After adjustment for donor hemoglobin levels, no increased risk seen for requiring additional transfusion after transfusion from female donor
MONDAY, June 27, 2022 (HealthDay News) — Neither sex nor parity of blood donors affects mortality in patients who receive red blood cell transfusions, according to a study published online June 13 in the JAMA Internal Medicine.
Jingcheng Zhao, M.D., Ph.D., from the Karolinska Institutet in Stockholm, and colleagues examined whether blood donor sex and parity affect mortality of patients undergoing transfusion with red blood cells in a cohort study using nationwide blood bank and health register data in Sweden. Data were included for 368,778 participants aged 18 to 90 years who received a transfusion between Jan. 1, 2010, and Dec. 31, 2017.
The researchers found that comparing red blood cell transfusions from female and parous donors to male donors, the two-year survival differences were â0.1 and 0.3 percent, respectively. There were no significant survival differences observed, irrespective of patient sex or age. The median hemoglobin counts were lower for female than male donors (13.5 versus 14.9 g/dL). The relative risk was 1.12 (95 percent confidence interval, 1.08 to 1.17) for additional transfusions within 24 hours in association with red blood cell transfusions from female donors; after adjustment for donor hemoglobin counts, the association was no longer significant (relative risk, 1.03; 95 percent confidence interval, 0.98 to 1.08).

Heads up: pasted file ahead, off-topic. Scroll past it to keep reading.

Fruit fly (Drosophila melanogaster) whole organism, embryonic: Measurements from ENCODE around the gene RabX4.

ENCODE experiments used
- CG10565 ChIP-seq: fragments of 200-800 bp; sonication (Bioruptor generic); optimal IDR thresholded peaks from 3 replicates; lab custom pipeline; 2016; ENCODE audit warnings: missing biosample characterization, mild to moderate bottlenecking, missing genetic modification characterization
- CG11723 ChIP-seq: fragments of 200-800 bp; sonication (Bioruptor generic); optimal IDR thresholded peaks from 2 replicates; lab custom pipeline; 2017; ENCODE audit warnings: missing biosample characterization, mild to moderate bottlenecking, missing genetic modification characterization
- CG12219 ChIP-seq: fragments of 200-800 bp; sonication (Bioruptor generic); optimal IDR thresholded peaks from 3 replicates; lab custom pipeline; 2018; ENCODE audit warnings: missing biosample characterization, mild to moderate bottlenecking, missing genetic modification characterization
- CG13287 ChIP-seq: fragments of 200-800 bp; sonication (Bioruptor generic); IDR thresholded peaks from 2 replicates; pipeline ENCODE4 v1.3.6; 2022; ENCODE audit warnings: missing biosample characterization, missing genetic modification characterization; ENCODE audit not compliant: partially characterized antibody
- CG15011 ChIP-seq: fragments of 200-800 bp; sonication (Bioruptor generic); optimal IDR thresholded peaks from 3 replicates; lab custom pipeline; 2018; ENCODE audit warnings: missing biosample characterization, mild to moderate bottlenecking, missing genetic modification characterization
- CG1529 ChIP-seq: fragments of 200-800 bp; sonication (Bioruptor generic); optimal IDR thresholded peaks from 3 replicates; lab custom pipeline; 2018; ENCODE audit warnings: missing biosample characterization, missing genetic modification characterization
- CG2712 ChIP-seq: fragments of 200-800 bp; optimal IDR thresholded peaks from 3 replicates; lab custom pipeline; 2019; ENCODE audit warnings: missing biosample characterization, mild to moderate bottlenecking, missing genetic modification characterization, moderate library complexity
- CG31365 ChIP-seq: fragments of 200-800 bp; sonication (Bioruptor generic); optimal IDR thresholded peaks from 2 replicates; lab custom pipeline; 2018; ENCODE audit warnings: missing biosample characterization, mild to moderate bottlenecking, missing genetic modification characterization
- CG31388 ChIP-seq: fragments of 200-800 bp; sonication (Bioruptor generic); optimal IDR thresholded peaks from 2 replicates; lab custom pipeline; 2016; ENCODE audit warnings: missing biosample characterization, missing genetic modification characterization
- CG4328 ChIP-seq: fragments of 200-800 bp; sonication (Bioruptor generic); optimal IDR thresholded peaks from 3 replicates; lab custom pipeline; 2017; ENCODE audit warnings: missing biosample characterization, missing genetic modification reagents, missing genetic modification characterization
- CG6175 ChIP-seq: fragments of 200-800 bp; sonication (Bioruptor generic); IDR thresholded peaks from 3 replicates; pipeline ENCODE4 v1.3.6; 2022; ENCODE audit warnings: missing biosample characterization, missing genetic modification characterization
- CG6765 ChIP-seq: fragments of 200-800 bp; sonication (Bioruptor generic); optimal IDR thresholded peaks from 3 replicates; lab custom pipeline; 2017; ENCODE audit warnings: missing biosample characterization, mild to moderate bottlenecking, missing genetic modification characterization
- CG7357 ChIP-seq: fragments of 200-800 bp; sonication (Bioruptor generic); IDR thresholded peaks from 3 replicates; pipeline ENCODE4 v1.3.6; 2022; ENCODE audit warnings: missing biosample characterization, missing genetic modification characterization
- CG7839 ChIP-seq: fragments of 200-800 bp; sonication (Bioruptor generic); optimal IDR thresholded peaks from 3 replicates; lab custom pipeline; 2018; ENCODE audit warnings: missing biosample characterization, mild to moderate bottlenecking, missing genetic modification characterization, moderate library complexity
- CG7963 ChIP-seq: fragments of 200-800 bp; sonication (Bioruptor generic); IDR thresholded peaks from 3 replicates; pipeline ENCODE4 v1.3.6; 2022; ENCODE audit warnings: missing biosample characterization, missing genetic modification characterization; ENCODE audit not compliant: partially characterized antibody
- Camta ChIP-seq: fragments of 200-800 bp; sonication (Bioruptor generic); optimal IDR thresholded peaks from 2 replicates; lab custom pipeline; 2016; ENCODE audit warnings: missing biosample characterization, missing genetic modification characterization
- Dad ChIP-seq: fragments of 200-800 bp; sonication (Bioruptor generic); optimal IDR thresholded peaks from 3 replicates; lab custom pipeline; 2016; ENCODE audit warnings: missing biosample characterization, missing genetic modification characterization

“When we take into account the lower hemoglobin levels in blood from women, we see no difference in survival among patients who received a blood transfusion from women compared with from men, regardless of how many times the female donors had been pregnant and of the patients’ sex and age,” Zhao said in a statement.
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